During the offseason, the Twins committed to retaining free agent Carl Pavano by offering him arbitration, which he accepted. Pavano took the offer because he knew he'd stand to make around $7 million and that was probably more than any free agent contract would pay him given that he'd finished the prior season with an ERA north of five.
Some Twins fans reacted with appall at the price tag for Pavano. At $7 million, he'd be making more than twice as much as anyone else in the rotation, and one would have a hard time arguing that he was the team's best starter. While he'd pitched some big games for the Twins down the stretch after being acquired from the Indians in August, there was no denying that his overall results on the season were ugly. He led the league in earned runs allowed and opposing hitters ran up a .294 average and .466 slugging percentage against him.
Now he was going to become the Twins' highest-paid starter, by a long shot. It's not the first time the right-hander has found himself locking into a controversial contract.
Following a 2004 season in which he won 18 games for the Marlins, Pavano signed a monster deal with the Yankees, one that would pay him $40 million over four seasons. The contract was an unmitigated disaster for the Yankees, as Pavano battled injuries throughout his time in New York and totaled just 145 (below-average) innings over the life of the four-year deal. His name became a running joke in New York.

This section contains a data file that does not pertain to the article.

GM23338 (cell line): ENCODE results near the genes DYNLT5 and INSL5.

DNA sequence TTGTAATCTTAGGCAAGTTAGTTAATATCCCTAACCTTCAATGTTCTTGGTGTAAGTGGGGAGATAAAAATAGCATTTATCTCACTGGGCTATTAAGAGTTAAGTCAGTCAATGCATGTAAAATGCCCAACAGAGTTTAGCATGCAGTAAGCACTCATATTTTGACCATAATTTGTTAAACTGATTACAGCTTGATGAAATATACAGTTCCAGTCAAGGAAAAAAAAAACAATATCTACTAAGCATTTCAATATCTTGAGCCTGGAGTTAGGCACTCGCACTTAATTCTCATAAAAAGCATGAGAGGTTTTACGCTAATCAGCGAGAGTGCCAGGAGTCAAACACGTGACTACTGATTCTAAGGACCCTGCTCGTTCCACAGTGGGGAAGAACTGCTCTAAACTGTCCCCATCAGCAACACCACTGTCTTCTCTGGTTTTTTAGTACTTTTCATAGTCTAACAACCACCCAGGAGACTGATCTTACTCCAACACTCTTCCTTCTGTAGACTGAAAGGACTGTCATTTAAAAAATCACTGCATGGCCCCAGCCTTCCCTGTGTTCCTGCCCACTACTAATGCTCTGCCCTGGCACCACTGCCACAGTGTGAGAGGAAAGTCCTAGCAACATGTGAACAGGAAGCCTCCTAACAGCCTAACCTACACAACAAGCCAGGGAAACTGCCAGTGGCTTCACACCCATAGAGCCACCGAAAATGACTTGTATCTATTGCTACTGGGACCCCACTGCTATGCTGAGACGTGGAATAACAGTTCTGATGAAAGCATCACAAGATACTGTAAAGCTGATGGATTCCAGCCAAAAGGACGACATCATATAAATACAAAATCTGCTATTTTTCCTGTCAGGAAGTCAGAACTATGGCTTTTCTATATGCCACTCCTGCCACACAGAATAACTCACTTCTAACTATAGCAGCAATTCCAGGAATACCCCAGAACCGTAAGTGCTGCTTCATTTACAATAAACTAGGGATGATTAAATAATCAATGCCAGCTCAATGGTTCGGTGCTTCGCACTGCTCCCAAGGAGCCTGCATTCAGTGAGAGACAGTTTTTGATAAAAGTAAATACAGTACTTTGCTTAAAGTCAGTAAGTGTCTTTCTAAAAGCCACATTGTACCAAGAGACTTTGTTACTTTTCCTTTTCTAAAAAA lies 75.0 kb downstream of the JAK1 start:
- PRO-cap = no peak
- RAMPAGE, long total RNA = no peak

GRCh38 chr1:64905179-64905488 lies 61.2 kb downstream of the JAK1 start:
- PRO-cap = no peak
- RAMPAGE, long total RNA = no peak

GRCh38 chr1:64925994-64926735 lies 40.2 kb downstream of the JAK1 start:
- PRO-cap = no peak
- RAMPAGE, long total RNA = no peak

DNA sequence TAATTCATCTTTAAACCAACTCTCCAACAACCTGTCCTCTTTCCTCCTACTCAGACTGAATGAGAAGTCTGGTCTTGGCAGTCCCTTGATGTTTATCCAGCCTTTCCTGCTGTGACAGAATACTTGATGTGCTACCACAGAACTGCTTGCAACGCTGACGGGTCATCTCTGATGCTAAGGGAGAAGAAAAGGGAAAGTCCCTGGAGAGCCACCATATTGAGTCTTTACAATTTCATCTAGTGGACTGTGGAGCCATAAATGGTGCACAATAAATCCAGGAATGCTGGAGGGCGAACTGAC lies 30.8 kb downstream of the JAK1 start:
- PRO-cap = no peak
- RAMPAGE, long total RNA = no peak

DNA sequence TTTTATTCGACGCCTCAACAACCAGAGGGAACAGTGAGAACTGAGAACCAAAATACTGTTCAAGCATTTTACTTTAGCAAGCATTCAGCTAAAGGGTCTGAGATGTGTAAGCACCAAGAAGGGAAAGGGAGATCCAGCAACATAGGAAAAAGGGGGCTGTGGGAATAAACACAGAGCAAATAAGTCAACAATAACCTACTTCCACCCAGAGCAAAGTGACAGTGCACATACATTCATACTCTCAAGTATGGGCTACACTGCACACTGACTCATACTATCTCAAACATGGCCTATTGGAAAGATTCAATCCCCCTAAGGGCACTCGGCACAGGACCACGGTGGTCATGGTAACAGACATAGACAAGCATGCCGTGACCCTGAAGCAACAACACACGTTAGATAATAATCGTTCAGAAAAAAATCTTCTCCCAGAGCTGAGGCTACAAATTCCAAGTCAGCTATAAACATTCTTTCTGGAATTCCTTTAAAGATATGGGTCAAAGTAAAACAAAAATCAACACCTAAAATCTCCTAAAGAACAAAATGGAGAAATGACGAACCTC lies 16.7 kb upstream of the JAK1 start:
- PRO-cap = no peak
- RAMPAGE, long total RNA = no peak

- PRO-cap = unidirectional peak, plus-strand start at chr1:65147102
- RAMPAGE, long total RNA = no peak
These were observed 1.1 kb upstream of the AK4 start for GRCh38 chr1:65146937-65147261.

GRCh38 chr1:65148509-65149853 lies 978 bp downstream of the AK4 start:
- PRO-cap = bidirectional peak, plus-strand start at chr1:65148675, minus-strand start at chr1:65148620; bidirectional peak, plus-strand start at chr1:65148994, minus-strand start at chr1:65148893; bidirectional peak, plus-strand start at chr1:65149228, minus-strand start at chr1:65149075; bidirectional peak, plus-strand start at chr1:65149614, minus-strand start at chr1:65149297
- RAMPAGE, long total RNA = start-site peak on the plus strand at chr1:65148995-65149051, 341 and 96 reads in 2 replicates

However, Pavano has been remarkably durable since signing his one-year make-good deal with the Indians prior to last season. He made 33 starts and piled up 200 innings last year, and he's been healthy and strong so far this year. What's even better are his results: Pavano is 4-2 with a 3.43 ERA and 1.12 WHIP. He sports the league's best strikeout-to-walk ratio and has issued fewer walks than any other qualifying starter in baseball. Given that he's putting up almost the same numbers so far that he did in that 2004 season, one which made the Yankees deem him worthy of a mega-deal, $7 million could end up looking like a bargain. This isn't necessarily just a lucky surprise.
The smart observer did not look at Pavano's 2009 season and see a bad pitcher with a 5.10 ERA who was getting obscenely overpaid through arbitration. They saw a veteran pitcher who was plagued by bad luck but who did well with everything he had direct control over. He ranked fourth in the AL in strikeout-to-walk ratio, joining elite hurlers Roy Halladay, Zack Greinke, Justin Verlander and A.J. Burnett in the top five. He posted his highest strikeout rate since 2001, when he was 25. He showed increased velocity across the board. He pitched more innings in that one season than he did over his entire four-year stay in New York.
Few people seem to realize this, but Pavano is about six months less far removed from undergoing Tommy John surgery than Francisco Liriano. Given that Liriano seems to be rounding fully into shape about three years after the surgery, it wouldn't be terribly surprising if Pavano can continue to pitch the way he did during his prime this season. Many are simply assuming Pavano's hot start is a mirage, and it's true that he'll always be susceptible to the occasional dud performance, but his supporting peripherals are encouraging and in my mind there's no reason the 34-year-old can't keep up at this pace.
If he does, that $7 million will look like money well spent.